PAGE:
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Yet another TFrame IDE-registered-component question from me. Thanks for all the help, fellow programmers. : )

Playing around with Darrian's TFrame inheritance suggestion here:

Specifics:

Basically, I have a TFrame-based component that I've registered to the IDE, and it has worked wonderfully. I'm now developing a few "sister" components which will share a great deal of the existing component's non-visual functionality and properties. It makes sense, then, to move a lot of that to a parent/superclass which both the new and the old components can then inherit from.

What is the best way to "refactor" TFrame inheritance in this way? (This may apply to TForm-class descendants too, not sure). What are the caveats and things to watch out for?

Example:

I tried, for example, creating a new TFrame, with nothing on it, and calling that frame TMyBaseFrame. Then modified the class definition of my existing component (Let's call it TMyFrameTreeView) to inherit from that rather than TFrame.

It compiled fine, but when I tried dropping it on a form, I got "ClientHeight not found" (or "ClientHeight property not found"), and it wouldn't drop on the form. Deleting ClientHeight and ClientWidth from the related DFM wreaked havoc, and they ended up replaced upon resizing anyway. I noticed ExplicitHeight and ExplicitWidth in descendent classes, and am thinking that relates to property-value overrides from inherited values, but am not sure. Recreating an entirely new frame via New -> Inherited Items, and then copying everything over, hasn't yielded great results yet either.

Final Note

I realize this could get messy quickly, with streaming DFM files and multiple generations of descendants, etc.... which is part of why I'm asking for the overall "things to look out for" conceptual aspect, but also giving a specific real-world simpler version of the problem as well (which seems to me, ought to be doable).

I've created a little test package to hack around in learning attempts, and am learning a great deal, but it's slow-going, and any guidance/insight from you Delphi "Jedi Masters" out there would be MOST appreciated. : )



Answer update later:

Both of the answers below were helpful. As well, creating a "Base Frame Class" which has NO changes from the normal TFrame, and THEN inheriting from that before adding any properties, methods, etc. seems to stabilize the inheritance streaming tremendously. Not sure why, but so far it has.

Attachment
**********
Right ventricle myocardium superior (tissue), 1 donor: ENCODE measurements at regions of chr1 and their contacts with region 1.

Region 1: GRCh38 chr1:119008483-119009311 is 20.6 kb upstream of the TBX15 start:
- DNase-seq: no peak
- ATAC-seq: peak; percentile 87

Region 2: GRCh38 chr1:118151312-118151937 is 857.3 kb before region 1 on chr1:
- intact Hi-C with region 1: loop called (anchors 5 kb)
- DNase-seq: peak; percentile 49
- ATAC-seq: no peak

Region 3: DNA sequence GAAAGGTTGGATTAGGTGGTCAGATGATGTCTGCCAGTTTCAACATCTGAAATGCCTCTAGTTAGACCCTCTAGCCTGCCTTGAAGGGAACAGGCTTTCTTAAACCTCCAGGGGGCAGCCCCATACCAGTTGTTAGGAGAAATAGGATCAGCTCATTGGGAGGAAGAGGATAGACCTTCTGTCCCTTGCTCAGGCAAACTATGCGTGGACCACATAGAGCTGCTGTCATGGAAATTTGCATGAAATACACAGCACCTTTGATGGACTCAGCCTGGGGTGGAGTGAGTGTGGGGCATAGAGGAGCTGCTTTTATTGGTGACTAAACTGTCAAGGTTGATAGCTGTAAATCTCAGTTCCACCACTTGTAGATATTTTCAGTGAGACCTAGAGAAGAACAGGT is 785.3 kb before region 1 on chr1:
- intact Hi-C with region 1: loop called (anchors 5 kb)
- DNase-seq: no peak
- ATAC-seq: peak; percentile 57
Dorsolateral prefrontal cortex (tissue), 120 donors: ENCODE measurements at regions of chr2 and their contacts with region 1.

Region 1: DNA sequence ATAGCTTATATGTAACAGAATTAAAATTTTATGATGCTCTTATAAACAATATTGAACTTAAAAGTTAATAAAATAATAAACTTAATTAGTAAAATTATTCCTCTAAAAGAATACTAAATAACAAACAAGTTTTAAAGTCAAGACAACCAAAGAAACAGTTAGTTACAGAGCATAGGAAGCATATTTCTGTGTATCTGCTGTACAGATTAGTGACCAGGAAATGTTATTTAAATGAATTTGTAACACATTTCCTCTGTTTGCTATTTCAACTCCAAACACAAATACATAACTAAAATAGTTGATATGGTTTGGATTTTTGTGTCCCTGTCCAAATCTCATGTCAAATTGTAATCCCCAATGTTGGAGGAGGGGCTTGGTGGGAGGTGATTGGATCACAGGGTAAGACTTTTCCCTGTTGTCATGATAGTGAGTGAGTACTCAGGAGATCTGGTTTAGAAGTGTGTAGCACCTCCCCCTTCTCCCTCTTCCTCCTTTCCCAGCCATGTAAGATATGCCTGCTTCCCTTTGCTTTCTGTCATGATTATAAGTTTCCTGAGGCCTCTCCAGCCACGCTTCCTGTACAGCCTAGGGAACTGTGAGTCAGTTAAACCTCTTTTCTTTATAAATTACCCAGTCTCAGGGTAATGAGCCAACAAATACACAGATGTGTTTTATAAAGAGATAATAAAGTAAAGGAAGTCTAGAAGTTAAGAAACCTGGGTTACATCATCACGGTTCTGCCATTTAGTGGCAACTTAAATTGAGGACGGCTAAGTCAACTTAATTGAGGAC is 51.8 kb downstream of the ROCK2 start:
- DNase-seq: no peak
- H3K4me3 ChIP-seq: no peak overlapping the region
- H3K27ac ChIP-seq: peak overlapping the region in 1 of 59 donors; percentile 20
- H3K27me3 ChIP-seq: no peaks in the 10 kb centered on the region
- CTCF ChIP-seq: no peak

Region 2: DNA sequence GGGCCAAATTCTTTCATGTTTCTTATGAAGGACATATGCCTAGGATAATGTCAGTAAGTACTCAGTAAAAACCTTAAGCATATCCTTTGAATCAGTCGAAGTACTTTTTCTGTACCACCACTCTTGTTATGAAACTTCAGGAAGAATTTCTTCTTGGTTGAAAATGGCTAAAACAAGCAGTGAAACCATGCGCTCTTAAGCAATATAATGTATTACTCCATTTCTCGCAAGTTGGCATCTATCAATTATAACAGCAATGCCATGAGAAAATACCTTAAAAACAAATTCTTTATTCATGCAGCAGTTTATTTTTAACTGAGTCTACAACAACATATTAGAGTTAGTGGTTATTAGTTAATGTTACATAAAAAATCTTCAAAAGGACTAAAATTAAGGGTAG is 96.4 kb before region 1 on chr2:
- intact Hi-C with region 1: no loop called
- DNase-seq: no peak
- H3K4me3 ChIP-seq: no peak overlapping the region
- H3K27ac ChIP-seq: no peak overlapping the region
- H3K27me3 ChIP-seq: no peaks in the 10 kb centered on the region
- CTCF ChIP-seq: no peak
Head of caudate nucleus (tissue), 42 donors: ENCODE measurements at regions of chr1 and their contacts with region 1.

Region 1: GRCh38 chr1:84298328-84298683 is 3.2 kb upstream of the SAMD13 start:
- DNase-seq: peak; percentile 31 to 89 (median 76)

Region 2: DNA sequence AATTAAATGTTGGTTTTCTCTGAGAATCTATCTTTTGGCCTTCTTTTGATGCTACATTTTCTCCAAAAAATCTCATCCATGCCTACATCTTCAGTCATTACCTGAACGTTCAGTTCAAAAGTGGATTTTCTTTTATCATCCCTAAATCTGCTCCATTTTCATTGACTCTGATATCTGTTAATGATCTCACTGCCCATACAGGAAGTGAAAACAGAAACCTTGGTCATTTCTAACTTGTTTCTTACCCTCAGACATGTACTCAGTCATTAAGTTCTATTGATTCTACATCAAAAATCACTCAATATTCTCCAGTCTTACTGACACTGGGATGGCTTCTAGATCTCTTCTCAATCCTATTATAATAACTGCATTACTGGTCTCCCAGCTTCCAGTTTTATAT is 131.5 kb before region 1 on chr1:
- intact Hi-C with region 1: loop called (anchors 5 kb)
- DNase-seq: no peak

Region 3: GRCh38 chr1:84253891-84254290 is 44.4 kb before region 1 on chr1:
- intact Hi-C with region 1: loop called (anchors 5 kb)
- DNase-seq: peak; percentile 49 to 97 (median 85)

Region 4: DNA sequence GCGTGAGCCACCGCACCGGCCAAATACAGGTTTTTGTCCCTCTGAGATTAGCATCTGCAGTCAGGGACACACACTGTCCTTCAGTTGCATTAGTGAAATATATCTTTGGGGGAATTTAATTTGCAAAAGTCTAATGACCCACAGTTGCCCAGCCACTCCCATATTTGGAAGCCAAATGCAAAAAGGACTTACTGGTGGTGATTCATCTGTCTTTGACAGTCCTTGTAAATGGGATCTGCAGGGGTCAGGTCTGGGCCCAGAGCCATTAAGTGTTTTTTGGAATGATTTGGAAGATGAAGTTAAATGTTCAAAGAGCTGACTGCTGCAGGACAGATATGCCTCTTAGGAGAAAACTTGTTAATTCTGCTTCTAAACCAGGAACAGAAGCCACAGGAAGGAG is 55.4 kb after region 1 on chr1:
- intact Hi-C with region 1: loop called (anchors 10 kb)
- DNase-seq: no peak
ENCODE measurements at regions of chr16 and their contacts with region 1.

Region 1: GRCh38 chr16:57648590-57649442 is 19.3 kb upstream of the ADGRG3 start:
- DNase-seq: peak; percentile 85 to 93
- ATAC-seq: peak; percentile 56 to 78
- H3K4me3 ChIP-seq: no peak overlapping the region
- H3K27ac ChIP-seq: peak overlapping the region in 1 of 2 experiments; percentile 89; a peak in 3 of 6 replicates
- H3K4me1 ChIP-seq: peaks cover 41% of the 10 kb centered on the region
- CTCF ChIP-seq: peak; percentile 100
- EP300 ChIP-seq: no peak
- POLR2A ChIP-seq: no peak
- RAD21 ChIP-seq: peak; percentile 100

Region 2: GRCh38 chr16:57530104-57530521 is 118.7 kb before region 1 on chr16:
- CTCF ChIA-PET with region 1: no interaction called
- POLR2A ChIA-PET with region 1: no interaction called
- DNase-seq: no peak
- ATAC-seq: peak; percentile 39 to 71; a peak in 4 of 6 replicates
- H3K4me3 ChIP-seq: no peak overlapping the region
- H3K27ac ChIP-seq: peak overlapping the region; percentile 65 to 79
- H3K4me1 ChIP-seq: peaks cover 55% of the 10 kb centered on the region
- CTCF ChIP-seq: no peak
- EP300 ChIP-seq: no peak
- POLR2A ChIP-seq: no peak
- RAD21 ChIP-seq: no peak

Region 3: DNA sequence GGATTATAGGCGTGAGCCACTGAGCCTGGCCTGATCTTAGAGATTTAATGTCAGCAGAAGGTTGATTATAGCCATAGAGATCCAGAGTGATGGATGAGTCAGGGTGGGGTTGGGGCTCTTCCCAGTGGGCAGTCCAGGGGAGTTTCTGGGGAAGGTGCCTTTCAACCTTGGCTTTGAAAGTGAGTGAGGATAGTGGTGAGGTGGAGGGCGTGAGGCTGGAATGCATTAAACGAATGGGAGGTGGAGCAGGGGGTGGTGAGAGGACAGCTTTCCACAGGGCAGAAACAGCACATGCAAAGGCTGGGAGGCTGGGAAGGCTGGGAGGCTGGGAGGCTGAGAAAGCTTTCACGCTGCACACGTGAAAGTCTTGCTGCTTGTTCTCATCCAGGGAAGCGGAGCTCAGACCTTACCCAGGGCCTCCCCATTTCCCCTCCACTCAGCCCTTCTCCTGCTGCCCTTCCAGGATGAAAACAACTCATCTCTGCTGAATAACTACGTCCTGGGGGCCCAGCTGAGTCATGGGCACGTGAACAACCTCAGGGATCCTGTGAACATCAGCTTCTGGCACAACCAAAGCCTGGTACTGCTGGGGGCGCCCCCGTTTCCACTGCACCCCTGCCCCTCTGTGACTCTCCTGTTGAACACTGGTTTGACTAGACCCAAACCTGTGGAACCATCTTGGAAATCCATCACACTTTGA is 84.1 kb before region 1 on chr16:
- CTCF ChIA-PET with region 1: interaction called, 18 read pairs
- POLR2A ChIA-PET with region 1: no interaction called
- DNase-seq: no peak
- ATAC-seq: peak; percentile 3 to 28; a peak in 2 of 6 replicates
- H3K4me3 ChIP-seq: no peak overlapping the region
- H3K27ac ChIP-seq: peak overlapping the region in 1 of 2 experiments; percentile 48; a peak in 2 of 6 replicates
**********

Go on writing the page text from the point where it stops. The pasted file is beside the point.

2 Answers 2

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In addition to changing base class of TMyFrameTreeView to TMyBaseFrame change the first word in the dfm file for TMyFrameTreeView from object to inherited.

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  • I think I've run into this 3 times in 10 years and each time ended up here... Thanks (again) Maybe next time I'll remember. Jun 5, 2020 at 3:20
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I'm now developing a few "sister" components which will share a great deal of the existing component's non-visual functionality and properties. It makes sense, then, to move a lot of that to a parent/superclass which both the new and the old components can then inherit from.

What is the best way to "refactor" TFrame inheritance in this way?

The crux of your text above perhaps is "component's non-visual functionality". So, in this case, IMHO it's best to separate the visual and non-visual layers.

So, perhaps it's better to use a decorator:

TMySharedEngine = class(Whatever)
property LinkedFrame: TFrame;
property P1;
property P2;
...
procedure Proc1;
procedure Proc2;
... //etc.
end;

and in your 'sister' frames to use instances of it:

var
TMyFrame1 = class(TFrame)
...
FDecorator: TMySharedEngine;
  ...
  public
  property MySharedPart: TMySharedEngine read FDecorator;
  constructor Create(AOwner: TComponent); override;
  ...
end;

constructor TMyFrame1.(AOwner: TComponent); override;
begin
  inherited;
  FDecorator:=TMySharedEngine.Create; //ok, ok do not forget to Free it .Destroy
  FDecorator.LinkedFrame:=Self;
  ...
end;

OTOH, if you want to use your approach you can use Visual Form Inheritance (as Darian suggested) or (more flexible) you can do it by hand: Create, using the IDE the following frames: TBaseFrame, TChildFrame1, TChildFrame2 ... etc. Now go on TChildFrame1's unit and change by hand it's class definition from TChildFrame1 = class(TFrame) to TChildFrame1 = class(TBaseFrame). Compile. It should work. It's recommended though that when you'll do this trick TBaseFrame to be empty in order to avoid possible small quirks (feature collisions etc.)

HTH.

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  • 1
    It's seeming thus far that "having TBaseFrame TOTALLY empty" is key to avoiding MANY little glitches. Also making sure DFM file begins with "inhertied" rather than "object" in later classes. Will think about your decorator idea as well -- thanks for that!
    – Jamo
    Feb 27, 2009 at 2:29
  • "It's seeming thus far that "having TBaseFrame TOTALLY empty" is key to avoiding MANY little glitches" - Yeah. And keep in mind that this is 'by design' (IOW will not change) - Delphi must be flexible as it gets - so you can very easily shoot yourself in the foot. That's why it's safer as I said. Feb 27, 2009 at 10:56
  • Thanks for your ideas re: decorator approach above, etc.
    – Jamo
    Jul 27, 2009 at 18:58

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